I also tried to sew a dress like on the cover for my American girl doll (and accidentally sewed it to her soft, cottony body). And may or may not have assigned every song in Suzuki Book 5 for Violin to the sound track in an attempt to practice more — a pastoral theme and variations for the big climatic kiss (on repeat); the moody french song in A minor for the sister’s conniving witch-friend…

I loved it so much I read the cover clean off.

And it kept a hold on me for years. One summer in college I unearthed a copy in a Salvation Army in Alaska and spent the entire ride through Denali National Park rereading it instead of basking in majesty of the mountains. (I was and still am a total idiot about something things.)

This book was my coming-of-age in a nutshell, and if that was all it had ever been I wouldn’t have just spent 700 words telling you about it.

Because little did I know it has been stalking me ever since.

Did I know in my youth that this book which I loved with all my heart was set in Scotland? Did this contribute to my fascination with and eventual immigration to the romantic rugged coastlines in its pages, however subconsciously?

Did I realize it was the passionate love of this book and those like it that brought me to the children’s books world, agonizing night and day over making moments for other children as profound as that summer had been for me?

Did I know I would collaborate with the publishers who brought this book to light, and help them launch several new semi-mythological, semi-historical novel for this age group in the hopes of sparking future storytellers and story champions?


I didn’t knowingly do any of those things.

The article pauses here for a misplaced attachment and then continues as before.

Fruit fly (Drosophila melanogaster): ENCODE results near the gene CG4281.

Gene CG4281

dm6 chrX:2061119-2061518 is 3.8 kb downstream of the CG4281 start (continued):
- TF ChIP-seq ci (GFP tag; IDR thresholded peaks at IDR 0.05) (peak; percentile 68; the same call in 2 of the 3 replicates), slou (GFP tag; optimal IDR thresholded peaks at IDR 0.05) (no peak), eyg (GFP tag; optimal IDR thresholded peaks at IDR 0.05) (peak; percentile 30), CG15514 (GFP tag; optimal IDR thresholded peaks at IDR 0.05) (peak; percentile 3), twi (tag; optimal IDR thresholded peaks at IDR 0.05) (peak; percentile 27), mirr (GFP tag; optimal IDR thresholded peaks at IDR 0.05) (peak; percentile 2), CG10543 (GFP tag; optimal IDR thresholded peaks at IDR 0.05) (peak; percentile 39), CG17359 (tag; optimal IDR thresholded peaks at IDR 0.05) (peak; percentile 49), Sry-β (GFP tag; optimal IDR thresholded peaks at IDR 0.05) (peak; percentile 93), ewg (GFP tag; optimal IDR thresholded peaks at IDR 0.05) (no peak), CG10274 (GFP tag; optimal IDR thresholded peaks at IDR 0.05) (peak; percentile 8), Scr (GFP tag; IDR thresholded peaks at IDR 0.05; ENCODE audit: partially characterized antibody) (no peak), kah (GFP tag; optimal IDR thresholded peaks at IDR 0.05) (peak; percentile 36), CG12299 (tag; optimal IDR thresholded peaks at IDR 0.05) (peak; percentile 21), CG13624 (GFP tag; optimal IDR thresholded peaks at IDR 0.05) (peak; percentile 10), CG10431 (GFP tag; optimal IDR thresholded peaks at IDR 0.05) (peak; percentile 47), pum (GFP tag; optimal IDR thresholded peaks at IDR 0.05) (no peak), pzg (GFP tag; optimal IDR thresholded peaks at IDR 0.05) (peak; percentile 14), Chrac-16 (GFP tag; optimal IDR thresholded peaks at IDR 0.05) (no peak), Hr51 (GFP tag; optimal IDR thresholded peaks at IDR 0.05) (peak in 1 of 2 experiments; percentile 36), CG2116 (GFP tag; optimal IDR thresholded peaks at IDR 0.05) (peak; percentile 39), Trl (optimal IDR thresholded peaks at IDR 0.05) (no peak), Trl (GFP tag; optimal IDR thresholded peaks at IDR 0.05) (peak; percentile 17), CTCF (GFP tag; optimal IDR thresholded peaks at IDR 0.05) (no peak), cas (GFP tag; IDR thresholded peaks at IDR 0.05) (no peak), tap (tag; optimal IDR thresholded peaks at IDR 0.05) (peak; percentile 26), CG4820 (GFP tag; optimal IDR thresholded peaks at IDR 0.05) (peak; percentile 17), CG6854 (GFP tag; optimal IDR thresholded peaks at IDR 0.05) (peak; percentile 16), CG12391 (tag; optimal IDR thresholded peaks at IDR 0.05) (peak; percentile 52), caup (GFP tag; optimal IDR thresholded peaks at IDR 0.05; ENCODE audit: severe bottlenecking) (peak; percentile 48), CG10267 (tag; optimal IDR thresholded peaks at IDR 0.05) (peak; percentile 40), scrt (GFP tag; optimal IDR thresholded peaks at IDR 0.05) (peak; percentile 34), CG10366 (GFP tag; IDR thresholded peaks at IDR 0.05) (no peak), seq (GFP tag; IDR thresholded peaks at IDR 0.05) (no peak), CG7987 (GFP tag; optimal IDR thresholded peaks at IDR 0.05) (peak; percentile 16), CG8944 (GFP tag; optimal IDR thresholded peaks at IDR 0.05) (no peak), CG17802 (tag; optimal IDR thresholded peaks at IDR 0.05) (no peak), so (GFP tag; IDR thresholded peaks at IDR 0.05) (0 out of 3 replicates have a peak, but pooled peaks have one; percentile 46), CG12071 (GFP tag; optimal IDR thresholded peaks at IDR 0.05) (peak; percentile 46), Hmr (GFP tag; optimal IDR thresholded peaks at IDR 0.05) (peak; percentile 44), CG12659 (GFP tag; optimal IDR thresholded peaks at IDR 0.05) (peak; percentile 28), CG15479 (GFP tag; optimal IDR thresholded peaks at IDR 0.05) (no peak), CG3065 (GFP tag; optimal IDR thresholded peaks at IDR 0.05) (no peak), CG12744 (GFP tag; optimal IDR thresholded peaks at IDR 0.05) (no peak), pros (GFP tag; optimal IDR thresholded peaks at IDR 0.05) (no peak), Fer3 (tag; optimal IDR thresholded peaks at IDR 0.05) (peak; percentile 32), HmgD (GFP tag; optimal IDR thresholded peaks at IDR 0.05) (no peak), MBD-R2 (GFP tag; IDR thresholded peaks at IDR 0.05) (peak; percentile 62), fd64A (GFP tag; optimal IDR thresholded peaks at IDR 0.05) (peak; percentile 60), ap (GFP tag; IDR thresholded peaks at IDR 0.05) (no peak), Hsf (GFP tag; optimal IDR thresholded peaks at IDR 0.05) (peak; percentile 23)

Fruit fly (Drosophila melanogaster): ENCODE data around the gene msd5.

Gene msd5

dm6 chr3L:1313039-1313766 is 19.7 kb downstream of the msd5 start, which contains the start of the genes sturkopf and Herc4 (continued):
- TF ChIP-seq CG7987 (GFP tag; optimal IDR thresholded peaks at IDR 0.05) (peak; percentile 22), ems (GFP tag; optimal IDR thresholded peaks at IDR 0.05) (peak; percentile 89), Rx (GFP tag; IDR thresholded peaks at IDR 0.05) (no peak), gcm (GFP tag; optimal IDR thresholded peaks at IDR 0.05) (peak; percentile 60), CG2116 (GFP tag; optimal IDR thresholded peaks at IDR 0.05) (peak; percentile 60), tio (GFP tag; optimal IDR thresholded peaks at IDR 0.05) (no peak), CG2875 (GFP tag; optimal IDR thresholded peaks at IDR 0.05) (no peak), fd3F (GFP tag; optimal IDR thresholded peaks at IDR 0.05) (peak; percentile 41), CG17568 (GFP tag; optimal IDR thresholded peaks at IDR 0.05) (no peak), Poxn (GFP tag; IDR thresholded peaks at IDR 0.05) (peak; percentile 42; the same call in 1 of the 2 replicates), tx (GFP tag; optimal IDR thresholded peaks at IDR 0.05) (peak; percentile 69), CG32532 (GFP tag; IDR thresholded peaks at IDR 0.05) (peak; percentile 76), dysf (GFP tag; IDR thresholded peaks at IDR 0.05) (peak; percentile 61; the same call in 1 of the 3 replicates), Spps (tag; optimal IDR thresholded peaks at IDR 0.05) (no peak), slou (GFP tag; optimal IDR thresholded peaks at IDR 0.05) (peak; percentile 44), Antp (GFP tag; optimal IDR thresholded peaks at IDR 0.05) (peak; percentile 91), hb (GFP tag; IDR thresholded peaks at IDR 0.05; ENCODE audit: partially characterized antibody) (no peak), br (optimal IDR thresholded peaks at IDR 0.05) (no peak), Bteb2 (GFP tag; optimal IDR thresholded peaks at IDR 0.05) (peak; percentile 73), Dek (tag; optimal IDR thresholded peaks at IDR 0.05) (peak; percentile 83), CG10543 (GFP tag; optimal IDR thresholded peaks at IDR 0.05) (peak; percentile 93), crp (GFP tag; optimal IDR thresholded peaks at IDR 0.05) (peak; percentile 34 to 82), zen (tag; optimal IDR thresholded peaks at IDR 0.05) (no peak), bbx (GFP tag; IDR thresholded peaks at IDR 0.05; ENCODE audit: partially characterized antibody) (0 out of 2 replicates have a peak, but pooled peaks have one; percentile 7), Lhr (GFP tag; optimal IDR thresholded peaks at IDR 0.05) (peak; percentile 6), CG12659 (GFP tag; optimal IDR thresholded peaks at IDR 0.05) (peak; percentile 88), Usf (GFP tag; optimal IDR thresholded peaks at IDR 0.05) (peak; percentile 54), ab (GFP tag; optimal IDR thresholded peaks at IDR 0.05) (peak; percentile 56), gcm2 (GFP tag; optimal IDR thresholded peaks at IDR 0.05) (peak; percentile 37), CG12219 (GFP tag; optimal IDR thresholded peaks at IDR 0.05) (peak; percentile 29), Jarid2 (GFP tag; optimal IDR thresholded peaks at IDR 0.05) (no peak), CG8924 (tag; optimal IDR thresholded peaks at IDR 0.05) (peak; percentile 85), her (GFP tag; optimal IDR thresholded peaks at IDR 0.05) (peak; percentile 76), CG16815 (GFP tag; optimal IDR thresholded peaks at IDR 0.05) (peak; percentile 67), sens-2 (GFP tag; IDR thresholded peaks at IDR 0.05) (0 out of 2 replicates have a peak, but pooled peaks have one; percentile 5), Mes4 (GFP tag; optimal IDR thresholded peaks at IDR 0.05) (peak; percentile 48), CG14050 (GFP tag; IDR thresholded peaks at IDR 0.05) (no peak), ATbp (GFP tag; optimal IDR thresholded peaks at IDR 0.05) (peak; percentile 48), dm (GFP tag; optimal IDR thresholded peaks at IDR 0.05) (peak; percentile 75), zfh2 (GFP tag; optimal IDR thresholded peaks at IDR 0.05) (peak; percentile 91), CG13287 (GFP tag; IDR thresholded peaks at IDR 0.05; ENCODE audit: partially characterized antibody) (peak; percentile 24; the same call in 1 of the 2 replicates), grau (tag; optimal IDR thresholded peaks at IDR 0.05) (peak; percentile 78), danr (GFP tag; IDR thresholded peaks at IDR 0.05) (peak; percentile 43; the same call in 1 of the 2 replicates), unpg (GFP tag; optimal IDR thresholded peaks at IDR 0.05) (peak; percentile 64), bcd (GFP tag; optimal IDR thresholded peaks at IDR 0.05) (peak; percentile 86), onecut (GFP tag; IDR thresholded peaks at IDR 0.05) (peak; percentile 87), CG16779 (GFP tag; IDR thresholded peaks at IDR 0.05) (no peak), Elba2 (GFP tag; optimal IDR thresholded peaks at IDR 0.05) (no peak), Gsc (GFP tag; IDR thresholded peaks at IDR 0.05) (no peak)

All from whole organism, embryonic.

I had no idea any of these strands were connected until a few years ago.

I came across my battered copy in my parents house and once again could have been knocked over with a feather. I hadn’t known as a teenager that this was a historical novel. (At my initial reading, I didn’t know there was a spectrum of reality in fiction yet.) I certainly hadn’t realized the Firth of Forth and the villages of Fife described in its pages were real places just outside of Edinburgh.

Pawing through my copy as an adult, I recognized huge swathes of historical and geographic detail that had meant nothing to me in my youth. And which hadn’t knowingly felt familiar when I’d traipsed Dunfermline, Inverkeithing and the Forth island paths myself years later.

Scotland really did have a king who died in a freak storm accident, and a little princess really was brought from Norway to be coronated thereafter.  The council at Scone Palace really did arrange a convoy, and the Maid of Norway was technically Scotland’s reigning queen until she died in a shipwreck on the way over (spoiler alert: in the book, Meg saves her too. Quelle suprise).

I wish I could say I had been poetically retracing Meg’s path, wiser and enriched when I visited Scone Palace or splashed in North Queenferry or did a million other things I did quite inadvertently in the years between.

I certainly didn’t realize as a reader that this book was one of the first Kelpies. Nor did I, as a literary-type grown-up promoting the Kelpies prize and its long standing tradition of Scottish children’s books know it had a hand in my own childhood 4,000 miles away.

If my life was a novel, the deep-seated desire to travel the world would have been born that summer. My life-long wish would come full circle on that beach, fulfilling the dream in the purer happiness of grace and wisdom after I magically launched or maybe wrote a book that would instill my fictional eldest child with their own dreams of distant horizons.

But I didn’t.

I did love the places and words in that story. I cherished them deeply, and still do.

And I did love the real places which inspired it.

But at the times I lived them, these events were distinctly separate. Maybe they are just part of a bigger story that doesn’t yet make sense even to me.

To know now how tightly knit the world can be is just confusing and grand.

If those strings were drawn together, it was by a hand greater than mine.

Sometimes loving what you love is enough of a journey. And sometime the map only makes sense in retrospect.